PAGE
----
Handbook to the fine art collections in the International exhibition of 1862

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Page 131 - Architecture is to be regarded by us with the most serious thought. We may live without her, and worship •without- her, but we cannot remember without her. How cold is all history how lifeless all imagery, compared to that which the living nation writes, and the uncorrupted marble bears ! how many pages of doubtful record might we not often spare, for a few stones left one upon another...
Page 81 - You would be, sweet madam, if your miseries were in the same abundance as your good fortunes are: And yet, for aught I see, they are as sick, that surfeit with too much, as they that starve with nothing...
Page 10 - British Novelists and their Styles. Being a Critical Sketch of the History of British Prose Fiction. Crown 8vo. 7s. 6d. Life of John Milton.
Page 51 - My story being done, She gave me for my pains a world of sighs: She swore, in faith, 'twas strange, 'twas passing strange, 'Twas pitiful, 'twas wondrous pitiful...
Page 20 - I am well aware how much I lay myself open to the censure and ridicule of the academical professors of other nations, in preferring the humble attempts of Gainsborough to the works of those regular graduates in the great historical style. But we have the sanction of all mankind in preferring genius in a lower rank of art, to feebleness and insipidity in the highest.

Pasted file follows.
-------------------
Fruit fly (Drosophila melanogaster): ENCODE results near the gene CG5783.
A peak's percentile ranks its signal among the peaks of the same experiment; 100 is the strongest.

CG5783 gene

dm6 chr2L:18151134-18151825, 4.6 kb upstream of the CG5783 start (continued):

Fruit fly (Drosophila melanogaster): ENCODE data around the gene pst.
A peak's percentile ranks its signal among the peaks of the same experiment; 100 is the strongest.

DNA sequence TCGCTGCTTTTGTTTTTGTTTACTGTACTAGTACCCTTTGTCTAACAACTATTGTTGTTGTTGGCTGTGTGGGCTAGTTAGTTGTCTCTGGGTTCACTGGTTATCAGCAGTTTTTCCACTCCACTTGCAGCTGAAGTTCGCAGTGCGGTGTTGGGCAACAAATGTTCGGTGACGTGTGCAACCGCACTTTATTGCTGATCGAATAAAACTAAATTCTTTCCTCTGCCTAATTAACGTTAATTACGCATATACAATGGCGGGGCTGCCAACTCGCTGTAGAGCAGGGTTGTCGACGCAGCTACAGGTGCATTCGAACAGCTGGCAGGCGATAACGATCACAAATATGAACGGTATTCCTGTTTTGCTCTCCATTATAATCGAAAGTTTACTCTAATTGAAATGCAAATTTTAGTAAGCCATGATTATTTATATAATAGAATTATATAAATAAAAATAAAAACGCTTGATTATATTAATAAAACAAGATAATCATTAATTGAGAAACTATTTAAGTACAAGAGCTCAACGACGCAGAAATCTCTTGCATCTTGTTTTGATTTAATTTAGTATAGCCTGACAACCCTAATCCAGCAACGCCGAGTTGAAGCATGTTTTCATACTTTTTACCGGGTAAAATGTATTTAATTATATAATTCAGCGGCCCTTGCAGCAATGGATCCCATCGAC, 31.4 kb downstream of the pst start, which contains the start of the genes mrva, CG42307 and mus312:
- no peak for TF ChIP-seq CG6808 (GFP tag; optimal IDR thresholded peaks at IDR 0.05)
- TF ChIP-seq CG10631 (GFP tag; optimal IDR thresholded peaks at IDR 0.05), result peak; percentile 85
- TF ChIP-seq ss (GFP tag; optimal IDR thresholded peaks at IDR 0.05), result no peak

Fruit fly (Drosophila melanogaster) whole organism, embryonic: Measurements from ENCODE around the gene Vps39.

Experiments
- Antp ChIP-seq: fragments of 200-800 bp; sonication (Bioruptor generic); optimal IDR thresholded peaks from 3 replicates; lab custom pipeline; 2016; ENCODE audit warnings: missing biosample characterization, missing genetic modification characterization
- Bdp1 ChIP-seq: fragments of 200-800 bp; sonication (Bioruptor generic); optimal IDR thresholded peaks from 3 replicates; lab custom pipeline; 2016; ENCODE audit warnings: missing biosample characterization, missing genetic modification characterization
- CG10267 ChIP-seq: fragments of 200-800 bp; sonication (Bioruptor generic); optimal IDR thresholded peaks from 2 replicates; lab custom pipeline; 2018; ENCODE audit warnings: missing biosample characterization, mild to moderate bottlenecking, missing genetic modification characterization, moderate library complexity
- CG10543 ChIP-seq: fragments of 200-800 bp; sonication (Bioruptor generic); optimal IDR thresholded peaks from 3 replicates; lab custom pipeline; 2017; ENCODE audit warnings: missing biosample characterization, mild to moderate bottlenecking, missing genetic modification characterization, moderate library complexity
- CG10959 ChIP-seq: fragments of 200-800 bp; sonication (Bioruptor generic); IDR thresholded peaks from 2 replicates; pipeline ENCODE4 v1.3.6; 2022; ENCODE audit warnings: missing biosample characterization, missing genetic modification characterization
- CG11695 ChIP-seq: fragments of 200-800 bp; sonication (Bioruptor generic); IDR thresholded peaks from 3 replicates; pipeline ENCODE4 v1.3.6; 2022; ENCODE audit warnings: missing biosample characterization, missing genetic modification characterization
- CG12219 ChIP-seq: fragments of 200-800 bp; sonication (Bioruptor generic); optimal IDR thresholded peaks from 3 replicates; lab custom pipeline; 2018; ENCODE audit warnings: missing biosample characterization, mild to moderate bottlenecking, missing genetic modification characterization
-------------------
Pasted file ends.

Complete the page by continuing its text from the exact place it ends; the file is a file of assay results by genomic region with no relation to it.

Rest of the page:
Page 17 - The Art which we profess has beauty for its object : this it is our business to discover and to express ; the beauty of which we are in quest is general and intellectual ; it is an idea that subsists only in the mind ; the sight never beheld it, nor has the hand expressed it : it is an idea residing in the breast of the artist, which he is always labouring to impart, and which he dies at last without imparting...
Page 10 - I." Shakespeare and Goethe.— II. Milton's Youth. — III. The Three Devils : Luther's, Milton's, and Goethe's. — IV. Dryden, and the Literature of the Restoration. — V. Dean Swift. — VI. Chatterton : a Story of the Year 1770.— VII. Wordsworth.— VIII. Scottish Influence on British Literature. — IX. Theories of Poetry. — X. Prose and Verse : De Quincey.
Page 22 - When it was understood," said the artist, " that I intended to paint the characters as they had actually appeared on the scene, the Archbishop of York called on Reynolds, and asked his opinion ; they both came to my house to dissuade me from running so great a risk. Reynolds began a very ingenious and elegant dissertation on the state of the public taste in this country, and the danger which every innovation incurred of contempt and ridicule, and concluded by urging me earnestly to adopt the costume...
Page 29 - The name of Shakespeare is the greatest in our literature, — it is the greatest in all literature. No man ever came near to him in the creative powers of the mind ; no man had ever such strength at once, and such variety of imagination.

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